The excavated remains of two trouser-clad men from the primeval Yanghai tombs in western China suggests that ancient nomadic herders put their pants on just like the rest of us: one leg at a time. Dated to between 3,300 and 3,000 years ago, or somewhere around the 13th and 10th centuries B.C., the woolen pants are the oldest-known examples of the garment, according to Ulrike Beck and Mayke Wagner of the German Archaeological Institute. Despite their age, the bygone breeches share an uncanny resemblance to modern riding pants, with straight-fitting legs; a wide, reinforced crotch; and patterned bands for adornment.
Together with the horse-riding gear and weapons found in the graves, the find supports the notion that mobile pastoralists in Central Asia invented bifurcated lower-body coverings to replace loincloths, togas, and tunics at the dawn of a new age of mounted warfare, write Beck and Wagner in the May 22 issue of Quaternary International, which published their report.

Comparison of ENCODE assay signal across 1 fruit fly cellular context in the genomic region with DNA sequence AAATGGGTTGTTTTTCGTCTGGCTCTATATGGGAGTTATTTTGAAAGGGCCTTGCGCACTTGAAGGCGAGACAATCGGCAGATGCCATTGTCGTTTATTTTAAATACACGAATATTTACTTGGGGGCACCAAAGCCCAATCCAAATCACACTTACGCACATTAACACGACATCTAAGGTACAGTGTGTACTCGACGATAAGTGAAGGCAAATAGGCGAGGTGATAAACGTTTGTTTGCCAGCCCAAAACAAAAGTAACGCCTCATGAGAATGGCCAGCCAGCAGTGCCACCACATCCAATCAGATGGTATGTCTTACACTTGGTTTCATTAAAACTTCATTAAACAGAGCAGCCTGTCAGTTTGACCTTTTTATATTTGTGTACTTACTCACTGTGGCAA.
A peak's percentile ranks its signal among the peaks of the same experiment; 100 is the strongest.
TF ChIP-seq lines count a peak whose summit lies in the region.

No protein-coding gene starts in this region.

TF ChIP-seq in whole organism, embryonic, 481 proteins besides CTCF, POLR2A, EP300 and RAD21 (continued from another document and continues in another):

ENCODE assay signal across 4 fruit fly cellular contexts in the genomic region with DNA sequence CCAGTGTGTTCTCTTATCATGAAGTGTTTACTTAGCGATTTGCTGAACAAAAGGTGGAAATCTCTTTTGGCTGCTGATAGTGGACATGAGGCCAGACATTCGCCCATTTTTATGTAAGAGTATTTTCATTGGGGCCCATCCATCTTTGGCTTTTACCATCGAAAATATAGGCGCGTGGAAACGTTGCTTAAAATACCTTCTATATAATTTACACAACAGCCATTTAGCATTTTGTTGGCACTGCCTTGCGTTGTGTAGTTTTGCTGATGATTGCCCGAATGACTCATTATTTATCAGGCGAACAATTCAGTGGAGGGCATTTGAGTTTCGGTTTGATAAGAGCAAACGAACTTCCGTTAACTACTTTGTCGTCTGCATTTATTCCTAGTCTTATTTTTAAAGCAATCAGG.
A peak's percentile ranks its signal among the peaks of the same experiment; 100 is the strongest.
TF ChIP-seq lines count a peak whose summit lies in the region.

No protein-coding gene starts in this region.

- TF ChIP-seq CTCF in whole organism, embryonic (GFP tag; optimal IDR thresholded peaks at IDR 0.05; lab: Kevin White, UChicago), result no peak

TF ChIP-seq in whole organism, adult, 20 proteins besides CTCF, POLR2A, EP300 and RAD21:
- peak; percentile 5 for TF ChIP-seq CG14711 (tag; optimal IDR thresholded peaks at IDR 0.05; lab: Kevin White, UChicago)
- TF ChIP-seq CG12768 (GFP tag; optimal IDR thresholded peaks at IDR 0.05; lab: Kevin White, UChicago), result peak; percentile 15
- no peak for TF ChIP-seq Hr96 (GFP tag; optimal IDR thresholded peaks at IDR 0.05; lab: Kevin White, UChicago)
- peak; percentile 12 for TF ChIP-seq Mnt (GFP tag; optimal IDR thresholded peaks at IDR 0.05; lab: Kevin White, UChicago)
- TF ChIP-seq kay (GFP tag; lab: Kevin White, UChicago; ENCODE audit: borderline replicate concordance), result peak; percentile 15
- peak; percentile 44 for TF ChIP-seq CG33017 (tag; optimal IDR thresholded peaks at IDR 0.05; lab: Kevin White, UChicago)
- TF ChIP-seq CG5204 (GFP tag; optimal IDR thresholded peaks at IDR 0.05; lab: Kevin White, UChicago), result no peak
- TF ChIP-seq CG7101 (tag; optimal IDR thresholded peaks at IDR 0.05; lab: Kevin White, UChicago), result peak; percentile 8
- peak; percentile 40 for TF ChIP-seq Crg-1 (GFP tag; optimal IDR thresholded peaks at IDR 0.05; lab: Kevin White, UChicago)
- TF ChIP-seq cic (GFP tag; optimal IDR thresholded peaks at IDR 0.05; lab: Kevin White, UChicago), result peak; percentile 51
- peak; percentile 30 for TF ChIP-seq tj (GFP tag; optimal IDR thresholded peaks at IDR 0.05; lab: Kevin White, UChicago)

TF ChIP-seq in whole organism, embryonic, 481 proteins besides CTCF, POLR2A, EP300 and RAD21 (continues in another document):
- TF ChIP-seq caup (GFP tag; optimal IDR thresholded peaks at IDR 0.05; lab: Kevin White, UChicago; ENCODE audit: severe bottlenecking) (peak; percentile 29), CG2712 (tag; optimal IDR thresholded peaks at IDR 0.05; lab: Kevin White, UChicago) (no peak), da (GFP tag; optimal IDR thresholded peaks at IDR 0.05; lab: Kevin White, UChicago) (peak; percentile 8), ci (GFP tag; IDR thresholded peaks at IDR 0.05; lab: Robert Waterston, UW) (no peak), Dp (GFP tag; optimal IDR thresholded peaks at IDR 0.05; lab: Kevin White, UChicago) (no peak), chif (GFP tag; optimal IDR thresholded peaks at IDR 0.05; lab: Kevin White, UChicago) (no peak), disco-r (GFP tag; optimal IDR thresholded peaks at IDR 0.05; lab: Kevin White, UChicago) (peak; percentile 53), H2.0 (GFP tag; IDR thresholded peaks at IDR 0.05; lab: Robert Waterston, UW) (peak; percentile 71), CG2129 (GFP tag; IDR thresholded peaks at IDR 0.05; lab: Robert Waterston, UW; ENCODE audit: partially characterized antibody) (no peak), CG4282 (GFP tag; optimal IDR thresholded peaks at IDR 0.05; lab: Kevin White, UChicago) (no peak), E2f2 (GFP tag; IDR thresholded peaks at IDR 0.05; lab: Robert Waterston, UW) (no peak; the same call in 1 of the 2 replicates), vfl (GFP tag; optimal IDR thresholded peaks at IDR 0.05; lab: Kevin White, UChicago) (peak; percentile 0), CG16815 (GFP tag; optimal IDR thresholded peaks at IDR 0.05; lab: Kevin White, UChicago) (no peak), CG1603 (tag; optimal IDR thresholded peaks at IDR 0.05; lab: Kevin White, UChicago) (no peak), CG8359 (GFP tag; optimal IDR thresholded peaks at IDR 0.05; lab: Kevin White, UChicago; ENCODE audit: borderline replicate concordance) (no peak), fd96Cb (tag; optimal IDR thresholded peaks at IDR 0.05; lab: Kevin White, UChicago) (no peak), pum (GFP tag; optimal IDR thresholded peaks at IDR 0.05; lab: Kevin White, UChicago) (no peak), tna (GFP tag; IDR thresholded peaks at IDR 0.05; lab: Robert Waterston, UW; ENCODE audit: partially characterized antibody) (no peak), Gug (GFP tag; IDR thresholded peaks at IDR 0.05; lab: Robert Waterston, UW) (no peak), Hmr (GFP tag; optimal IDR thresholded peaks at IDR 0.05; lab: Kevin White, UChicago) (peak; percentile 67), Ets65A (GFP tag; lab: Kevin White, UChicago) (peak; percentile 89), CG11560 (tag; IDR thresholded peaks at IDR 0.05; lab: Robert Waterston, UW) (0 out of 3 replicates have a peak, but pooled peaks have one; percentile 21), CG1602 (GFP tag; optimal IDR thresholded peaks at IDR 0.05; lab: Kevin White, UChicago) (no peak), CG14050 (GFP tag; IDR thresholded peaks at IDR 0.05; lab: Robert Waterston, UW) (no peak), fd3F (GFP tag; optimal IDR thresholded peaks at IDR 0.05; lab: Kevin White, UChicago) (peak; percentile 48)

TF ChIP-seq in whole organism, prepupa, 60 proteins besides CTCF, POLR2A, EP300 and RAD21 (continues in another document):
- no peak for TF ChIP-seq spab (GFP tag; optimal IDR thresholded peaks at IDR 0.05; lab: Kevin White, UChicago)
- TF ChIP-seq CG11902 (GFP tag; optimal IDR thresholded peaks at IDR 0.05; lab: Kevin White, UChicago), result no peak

Unlike contemporary tailors, who create their garments by cutting from large swathes of fabric, ancient weavers loomed their trousers in precisely sized sections. Shaped to fit their wearer, bespoke-style, each garment featured side slits, strings at the waist for fastening, and decorative elements.
The yarns for the finished pants and the threads used in the final sewing also matched in color and quality, implying that the weaver and the tailor was the same person or that they cooperated in a “highly coordinated way,” the archaeologists add.
Because trousers provide bodily protection without impeding freedom of movement, Beck and Wagner note that they are an “essential part of the tool kit with which humans improve their physical qualities.”
No word on where wedgies come into that.